Yokohama – Nikon has revealed more about the technology inside its D800E DSLR, in an exclusive interview with Amateur Photographer.
At its launch, last Tuesday, Nikon said it had removed the D800E’s anti-aliasing filter, a move Nikon conceded risked the appearance of ‘false colour and moiré’ in photos.
Speaking at CP+ a few days later, the company?s general manager for marketing, Nobuaki Sasagaki, explained that if Nikon had completely removed the low pass filter the D800E?s sensor would have to be repositioned to compensate for the change in optical path – and this would make the cameras very expensive to produce.
Sasagaki said Nikon removed one of the low pass filters and replaced it with another that redirects the light in a way that makes it appear there is no filter there at all.
?Digital cameras usually have two low-pass filters,? he explained. ?The first divides the light path into two paths and the second one divides each of those paths again, to make four paths. We have replaced the second filter so that the two paths are directed back to become one again. This simulates the effect of having no low-pass filter, and it can be done easily and without shifting the focus position of our lenses.?
Sasagaki went on to claim that the difference in resolution between the D800 and the D800E would not be noticed by amateurs, but that professionals would appreciate it and see the benefits of the E variant.
?It is not possible to put a numerical value on the increase in detail resolution that this process delivers,? he said when pressed for a percentage figure. ?A number cannot represent the extent of the benefit, but the eye can see it.?
When asked who Nikon thought would buy the E version Mr Sasagaki said it would be landscape and studio photographers, and people who needed lots of detail in their images.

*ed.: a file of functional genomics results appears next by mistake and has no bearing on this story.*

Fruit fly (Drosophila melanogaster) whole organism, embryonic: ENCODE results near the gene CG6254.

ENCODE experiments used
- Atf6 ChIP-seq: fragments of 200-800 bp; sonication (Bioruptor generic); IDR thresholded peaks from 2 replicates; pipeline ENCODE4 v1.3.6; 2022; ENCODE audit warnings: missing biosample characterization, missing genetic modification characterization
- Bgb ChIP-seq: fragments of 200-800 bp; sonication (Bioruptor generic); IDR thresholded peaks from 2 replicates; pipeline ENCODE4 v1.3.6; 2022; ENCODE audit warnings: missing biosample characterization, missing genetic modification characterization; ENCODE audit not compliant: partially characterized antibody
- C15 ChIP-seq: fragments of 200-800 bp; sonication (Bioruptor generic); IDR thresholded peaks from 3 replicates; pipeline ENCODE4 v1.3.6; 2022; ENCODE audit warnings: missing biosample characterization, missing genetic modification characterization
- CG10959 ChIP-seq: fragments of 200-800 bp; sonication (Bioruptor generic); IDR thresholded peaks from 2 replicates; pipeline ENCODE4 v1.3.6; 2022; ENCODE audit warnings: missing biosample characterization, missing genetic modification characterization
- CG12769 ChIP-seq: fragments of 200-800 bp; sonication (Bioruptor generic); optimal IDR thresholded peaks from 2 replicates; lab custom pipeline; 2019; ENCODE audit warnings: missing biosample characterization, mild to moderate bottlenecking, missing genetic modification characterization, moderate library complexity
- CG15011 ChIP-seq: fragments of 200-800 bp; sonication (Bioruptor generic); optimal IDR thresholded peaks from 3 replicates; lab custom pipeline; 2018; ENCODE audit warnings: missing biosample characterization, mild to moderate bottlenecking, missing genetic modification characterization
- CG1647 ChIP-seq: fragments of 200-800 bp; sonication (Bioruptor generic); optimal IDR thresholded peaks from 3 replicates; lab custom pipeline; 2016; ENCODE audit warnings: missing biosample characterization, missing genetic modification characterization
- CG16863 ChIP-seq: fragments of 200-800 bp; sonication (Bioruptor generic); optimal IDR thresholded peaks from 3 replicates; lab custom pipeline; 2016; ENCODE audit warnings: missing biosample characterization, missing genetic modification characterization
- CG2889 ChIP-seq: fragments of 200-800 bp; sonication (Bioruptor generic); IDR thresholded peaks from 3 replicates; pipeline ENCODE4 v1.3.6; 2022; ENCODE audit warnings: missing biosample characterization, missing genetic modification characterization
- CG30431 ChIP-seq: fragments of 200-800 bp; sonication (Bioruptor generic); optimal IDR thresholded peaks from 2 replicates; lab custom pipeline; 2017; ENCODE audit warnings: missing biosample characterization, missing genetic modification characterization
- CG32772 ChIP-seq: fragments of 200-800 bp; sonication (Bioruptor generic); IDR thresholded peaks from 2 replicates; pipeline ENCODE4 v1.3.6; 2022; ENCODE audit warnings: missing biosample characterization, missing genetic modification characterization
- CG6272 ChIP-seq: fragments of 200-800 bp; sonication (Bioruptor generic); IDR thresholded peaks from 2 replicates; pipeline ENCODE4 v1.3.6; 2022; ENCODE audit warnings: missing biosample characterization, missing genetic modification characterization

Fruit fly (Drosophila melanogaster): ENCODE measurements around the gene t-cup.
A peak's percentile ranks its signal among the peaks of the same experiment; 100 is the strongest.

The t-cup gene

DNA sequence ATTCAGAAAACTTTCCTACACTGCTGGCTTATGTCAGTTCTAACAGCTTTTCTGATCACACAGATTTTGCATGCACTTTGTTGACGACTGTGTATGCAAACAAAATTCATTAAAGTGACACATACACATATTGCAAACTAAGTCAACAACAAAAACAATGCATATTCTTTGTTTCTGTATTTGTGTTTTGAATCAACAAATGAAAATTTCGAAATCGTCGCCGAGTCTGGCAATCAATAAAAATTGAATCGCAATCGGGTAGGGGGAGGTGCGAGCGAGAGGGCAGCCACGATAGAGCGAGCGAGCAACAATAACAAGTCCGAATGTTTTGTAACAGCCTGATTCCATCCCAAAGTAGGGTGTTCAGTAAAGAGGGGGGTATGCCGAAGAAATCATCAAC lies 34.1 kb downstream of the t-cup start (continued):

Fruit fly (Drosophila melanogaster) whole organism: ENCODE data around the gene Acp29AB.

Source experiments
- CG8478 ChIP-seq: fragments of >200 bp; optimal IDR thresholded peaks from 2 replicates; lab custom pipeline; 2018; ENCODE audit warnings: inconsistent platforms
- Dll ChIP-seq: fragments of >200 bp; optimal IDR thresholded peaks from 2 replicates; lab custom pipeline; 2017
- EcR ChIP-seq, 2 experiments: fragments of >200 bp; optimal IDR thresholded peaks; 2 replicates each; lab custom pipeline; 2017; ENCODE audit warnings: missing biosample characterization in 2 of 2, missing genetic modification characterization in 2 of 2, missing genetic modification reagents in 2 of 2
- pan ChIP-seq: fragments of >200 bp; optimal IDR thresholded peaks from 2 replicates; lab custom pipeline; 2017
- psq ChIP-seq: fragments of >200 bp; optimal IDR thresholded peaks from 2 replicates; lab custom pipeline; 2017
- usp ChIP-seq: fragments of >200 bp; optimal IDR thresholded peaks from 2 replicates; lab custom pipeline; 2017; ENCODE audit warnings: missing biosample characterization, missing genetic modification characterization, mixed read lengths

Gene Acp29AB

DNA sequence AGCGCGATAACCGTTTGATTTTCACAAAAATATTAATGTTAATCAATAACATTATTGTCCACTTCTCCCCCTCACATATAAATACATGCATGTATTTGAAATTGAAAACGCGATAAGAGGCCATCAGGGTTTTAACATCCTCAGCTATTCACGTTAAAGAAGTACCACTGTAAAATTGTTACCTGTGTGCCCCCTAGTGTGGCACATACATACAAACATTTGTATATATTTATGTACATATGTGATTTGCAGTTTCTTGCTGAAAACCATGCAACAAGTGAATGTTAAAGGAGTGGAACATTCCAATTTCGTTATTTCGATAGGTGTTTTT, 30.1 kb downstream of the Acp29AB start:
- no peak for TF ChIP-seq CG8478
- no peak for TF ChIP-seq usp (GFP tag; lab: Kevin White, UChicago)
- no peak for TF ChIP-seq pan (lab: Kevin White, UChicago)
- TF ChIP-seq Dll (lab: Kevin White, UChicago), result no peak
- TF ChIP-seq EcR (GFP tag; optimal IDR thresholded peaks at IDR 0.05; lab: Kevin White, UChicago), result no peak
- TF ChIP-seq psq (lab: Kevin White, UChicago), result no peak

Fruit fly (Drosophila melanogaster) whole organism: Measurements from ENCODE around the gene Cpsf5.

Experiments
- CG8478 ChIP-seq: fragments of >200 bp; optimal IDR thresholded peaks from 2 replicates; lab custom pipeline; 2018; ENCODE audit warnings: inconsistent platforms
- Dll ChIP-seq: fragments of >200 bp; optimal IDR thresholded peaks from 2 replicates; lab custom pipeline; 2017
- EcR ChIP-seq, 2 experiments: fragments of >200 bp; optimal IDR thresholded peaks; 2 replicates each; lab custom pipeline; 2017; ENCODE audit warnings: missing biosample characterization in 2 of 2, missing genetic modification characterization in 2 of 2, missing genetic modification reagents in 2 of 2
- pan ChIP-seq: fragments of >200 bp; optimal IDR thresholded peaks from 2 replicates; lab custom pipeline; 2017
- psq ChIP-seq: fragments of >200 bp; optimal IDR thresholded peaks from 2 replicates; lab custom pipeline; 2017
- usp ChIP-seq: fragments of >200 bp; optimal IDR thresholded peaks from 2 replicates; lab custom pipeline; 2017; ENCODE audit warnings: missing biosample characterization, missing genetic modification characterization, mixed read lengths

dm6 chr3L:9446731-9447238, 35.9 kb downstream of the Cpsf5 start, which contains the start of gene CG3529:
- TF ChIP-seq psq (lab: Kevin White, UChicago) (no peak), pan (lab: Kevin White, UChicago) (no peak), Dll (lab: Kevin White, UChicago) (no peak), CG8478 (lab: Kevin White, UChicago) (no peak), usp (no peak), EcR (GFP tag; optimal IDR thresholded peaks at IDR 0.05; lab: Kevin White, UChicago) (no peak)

?There will be some medium-format users who will be attracted by the portability of the D800, but this camera will produce a different style of picture. The depth of field with the FX (full frame) sensor will be different to that achieved with the larger sensors of medium format cameras.?
It seems current Nikon users will not need to upgrade their lenses to make the most of the 36.3-million-pixel resolution, so long as they have modern optics already. ?Our range of fixed lenses is particularly well suited to this camera, but all our current high-end lenses with Nano Crystal coating will provide enough resolution for this sensor. Fixed focal length lenses are one of Nikon?s great strengths,? Sasagaki added.
New DSLR on the way
Officially, the D800 has not replaced the D700 in Nikon?s range of DSLRs, and Sasagaki said that, so long as there is demand for the D700, Nikon will continue to produce the bodies.
However, he revealed that the D800E and the D4 would not be the only DSLRs that Nikon will launch this year, though he would not be drawn on timing.
Sasagaki said that each camera that Nikon produces must have a clear technological benefit to the end user. With the D800 it is resolution and with the D4 it is noise control and very high ISO settings.
?When you create a benefit like this, photographers will use it and begin to take pictures that they wouldn?t have done before. When we introduce new technology we create new styles of photography. Each new camera has to allow you to take pictures that you couldn?t on your current camera.?
Nikon is concentrating on improving the quality of its range and not looking to introduce new types of camera. But, when asked about a higher-end mirrorless camera, perhaps with a larger sensor or in an S-style rangefinder body – or a simpler camera like a digital FM3a – Sasagaki said that, while that may happen in the future, the company has no plans for now.
However, he did say that the 1 Series would be developed much further and that some of those camera styles might be covered by a 1-series model.
Asked about the impact of the earthquake and floods of 2011 on the launch cycle of Nikon?s DSLRs, Sasagaki said products such as the D800 would not be delayed. ?Nikon has four factories, two in Japan, one in Thailand and one in China. Two were hit by disaster last year.
‘We are working on ways to safeguard production from these problems in the future and, while having two factories with D800 production lines is possible, it would not be an effective way to operate.?
[Editing by C Cheesman]